Turkish President Recep Tayyip Erdogan on Monday urged Pope Francis to help rally the world to adopt sanctions against Israel for its “massacre” of Palestinians in the Gaza Strip.
The phone call between Erdogan and the pontiff came as Turkey presses ahead with a furious diplomatic push to help end bloodshed that has claimed the lives of 197 Palestinians and 10 people in Israel since May 10.
Erdogan told Pope Francis that “Palestinians will continue to be subjected to a massacre unless the international community punishes Israel… with sanctions”, the Turkish presidency said.
The pope’s messages were of “great importance to mobilise the Christian world and the international community”, the Turkish statement added.
The pope on Sunday said the loss of innocent lives in the violence was “terrible and unacceptable”, warning that the conflict risked “degenerating into a spiral of death and destruction”.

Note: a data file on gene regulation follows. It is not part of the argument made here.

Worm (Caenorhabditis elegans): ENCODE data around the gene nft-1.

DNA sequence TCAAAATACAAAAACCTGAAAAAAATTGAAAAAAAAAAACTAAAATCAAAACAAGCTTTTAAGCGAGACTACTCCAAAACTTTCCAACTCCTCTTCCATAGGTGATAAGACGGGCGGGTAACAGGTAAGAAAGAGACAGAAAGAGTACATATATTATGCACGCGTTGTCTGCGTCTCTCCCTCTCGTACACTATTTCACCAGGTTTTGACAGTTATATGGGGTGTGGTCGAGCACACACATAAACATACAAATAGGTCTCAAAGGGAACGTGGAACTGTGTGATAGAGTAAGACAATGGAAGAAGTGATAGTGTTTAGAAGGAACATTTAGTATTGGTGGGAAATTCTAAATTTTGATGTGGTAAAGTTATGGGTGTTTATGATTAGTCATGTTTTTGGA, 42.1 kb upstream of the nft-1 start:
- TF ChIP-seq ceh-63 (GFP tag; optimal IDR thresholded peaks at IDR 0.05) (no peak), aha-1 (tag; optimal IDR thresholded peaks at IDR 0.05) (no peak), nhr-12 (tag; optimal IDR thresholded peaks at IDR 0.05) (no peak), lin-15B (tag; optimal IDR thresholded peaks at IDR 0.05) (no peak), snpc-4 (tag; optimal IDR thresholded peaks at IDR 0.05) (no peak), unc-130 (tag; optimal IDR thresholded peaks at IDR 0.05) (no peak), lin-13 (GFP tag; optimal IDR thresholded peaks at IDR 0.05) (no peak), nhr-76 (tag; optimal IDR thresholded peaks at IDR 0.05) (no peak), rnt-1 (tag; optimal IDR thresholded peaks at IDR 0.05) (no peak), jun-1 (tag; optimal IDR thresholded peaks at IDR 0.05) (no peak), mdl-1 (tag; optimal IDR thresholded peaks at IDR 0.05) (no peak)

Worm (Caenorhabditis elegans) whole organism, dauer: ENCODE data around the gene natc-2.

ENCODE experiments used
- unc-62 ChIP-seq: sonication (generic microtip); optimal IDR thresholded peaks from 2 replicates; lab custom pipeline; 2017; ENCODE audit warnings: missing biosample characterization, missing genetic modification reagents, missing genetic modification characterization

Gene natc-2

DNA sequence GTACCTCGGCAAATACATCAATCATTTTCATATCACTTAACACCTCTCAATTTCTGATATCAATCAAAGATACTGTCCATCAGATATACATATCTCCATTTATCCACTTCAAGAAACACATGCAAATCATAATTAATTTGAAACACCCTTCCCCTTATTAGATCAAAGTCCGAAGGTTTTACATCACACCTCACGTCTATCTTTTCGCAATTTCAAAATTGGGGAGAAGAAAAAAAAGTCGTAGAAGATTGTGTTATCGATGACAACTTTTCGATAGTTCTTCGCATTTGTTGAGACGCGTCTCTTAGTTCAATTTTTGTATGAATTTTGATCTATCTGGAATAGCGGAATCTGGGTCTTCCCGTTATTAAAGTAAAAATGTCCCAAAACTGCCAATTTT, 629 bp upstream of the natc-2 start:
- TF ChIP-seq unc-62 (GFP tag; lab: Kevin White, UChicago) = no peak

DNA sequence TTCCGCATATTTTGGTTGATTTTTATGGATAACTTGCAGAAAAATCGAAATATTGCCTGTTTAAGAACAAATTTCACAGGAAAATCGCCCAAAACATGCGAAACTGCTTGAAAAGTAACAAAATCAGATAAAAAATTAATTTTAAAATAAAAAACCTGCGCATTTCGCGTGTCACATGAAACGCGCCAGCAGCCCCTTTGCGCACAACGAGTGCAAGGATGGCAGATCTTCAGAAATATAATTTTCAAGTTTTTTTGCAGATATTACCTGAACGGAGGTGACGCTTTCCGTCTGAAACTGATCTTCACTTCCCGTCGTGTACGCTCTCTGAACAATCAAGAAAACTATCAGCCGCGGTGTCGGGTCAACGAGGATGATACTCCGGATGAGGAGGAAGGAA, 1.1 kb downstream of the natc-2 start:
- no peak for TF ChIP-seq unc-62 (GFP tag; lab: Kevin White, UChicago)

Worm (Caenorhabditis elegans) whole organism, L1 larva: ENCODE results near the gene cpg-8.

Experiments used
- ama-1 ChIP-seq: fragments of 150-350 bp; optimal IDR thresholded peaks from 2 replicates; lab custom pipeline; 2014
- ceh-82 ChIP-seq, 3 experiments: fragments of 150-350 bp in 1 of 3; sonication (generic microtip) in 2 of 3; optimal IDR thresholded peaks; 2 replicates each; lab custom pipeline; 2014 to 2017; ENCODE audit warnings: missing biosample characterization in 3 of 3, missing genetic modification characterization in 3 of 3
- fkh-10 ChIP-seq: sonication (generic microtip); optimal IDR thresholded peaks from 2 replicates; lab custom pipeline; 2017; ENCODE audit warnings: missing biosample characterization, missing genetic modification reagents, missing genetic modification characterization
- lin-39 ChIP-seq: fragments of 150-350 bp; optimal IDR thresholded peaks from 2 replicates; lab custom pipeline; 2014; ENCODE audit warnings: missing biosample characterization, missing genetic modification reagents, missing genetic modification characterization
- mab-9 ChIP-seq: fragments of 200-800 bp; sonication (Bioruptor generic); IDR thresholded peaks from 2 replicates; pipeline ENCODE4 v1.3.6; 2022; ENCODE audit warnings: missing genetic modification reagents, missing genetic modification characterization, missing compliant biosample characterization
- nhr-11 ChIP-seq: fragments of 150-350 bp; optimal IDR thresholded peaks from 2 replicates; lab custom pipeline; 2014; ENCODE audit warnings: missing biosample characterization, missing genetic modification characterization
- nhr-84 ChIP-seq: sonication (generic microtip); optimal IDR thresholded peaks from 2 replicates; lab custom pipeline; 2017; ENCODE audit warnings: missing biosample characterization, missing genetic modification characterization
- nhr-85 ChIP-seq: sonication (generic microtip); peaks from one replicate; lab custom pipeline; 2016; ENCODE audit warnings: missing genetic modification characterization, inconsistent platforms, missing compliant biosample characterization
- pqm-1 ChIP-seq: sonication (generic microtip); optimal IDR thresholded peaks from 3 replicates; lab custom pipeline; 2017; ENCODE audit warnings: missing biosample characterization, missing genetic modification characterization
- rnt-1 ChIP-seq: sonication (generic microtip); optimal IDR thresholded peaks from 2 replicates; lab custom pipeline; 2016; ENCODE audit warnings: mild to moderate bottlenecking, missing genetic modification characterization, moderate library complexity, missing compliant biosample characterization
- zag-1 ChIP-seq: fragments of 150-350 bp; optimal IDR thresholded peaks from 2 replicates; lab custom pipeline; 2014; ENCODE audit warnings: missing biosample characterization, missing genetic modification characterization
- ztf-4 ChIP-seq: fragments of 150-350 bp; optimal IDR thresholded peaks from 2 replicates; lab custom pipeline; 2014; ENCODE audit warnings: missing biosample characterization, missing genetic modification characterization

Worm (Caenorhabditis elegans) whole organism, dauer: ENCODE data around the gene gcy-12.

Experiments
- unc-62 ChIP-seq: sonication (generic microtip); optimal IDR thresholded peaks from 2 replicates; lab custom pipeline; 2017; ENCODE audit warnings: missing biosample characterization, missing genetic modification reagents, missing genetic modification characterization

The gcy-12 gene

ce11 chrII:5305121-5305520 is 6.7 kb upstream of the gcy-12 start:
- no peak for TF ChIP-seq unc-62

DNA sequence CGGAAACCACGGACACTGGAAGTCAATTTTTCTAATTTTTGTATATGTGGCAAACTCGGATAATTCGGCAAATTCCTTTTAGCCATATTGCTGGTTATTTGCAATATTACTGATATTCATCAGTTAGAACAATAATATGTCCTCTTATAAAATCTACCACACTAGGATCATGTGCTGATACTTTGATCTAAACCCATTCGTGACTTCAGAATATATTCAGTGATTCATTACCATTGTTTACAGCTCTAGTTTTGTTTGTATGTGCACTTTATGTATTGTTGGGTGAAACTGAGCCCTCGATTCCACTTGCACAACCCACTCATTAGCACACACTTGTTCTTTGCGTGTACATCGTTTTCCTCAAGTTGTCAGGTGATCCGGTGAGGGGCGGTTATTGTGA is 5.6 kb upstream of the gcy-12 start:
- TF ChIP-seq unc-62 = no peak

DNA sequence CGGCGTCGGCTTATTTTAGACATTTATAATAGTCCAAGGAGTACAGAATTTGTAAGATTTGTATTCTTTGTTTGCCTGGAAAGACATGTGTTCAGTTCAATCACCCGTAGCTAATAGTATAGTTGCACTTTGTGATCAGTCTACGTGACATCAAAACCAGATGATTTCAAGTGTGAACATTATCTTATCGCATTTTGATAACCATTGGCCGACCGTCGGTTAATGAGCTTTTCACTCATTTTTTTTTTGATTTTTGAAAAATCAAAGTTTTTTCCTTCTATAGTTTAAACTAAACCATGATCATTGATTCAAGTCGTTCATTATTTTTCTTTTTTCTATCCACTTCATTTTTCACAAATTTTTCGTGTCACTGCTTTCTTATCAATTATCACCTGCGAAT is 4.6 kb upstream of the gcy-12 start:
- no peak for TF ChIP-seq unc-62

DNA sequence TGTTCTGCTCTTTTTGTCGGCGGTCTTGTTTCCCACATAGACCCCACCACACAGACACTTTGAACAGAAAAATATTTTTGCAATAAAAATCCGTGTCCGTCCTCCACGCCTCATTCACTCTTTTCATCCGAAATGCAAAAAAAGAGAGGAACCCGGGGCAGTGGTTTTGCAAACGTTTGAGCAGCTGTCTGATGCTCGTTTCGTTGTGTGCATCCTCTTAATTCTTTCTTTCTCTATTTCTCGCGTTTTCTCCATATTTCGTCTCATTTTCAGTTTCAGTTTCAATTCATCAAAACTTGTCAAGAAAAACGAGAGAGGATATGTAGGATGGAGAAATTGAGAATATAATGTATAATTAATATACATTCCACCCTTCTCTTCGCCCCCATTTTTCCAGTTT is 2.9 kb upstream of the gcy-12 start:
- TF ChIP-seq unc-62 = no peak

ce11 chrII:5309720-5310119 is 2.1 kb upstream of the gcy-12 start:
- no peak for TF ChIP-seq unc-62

Erdogan, who has vocally championed the Palestinian cause during his 18-year rule, has spoken out repeatedly against Israel’s actions, accusing it of waging “terrorism” last week.
He told the pope on Monday that “all of humanity should be united against” Israel.
“The savagery caused by Israel threatens regional security,” he added.
The Turkish push for sanctions against Israel included a phone call on Monday between Foreign Minister Mevlut Cavusoglu and his British counterpart Dominic Raab.
Cavusoglu told Raab it was “essential that the international community should give a stronger reaction” to Israel’s aggression, a Turkish foreign ministry source said.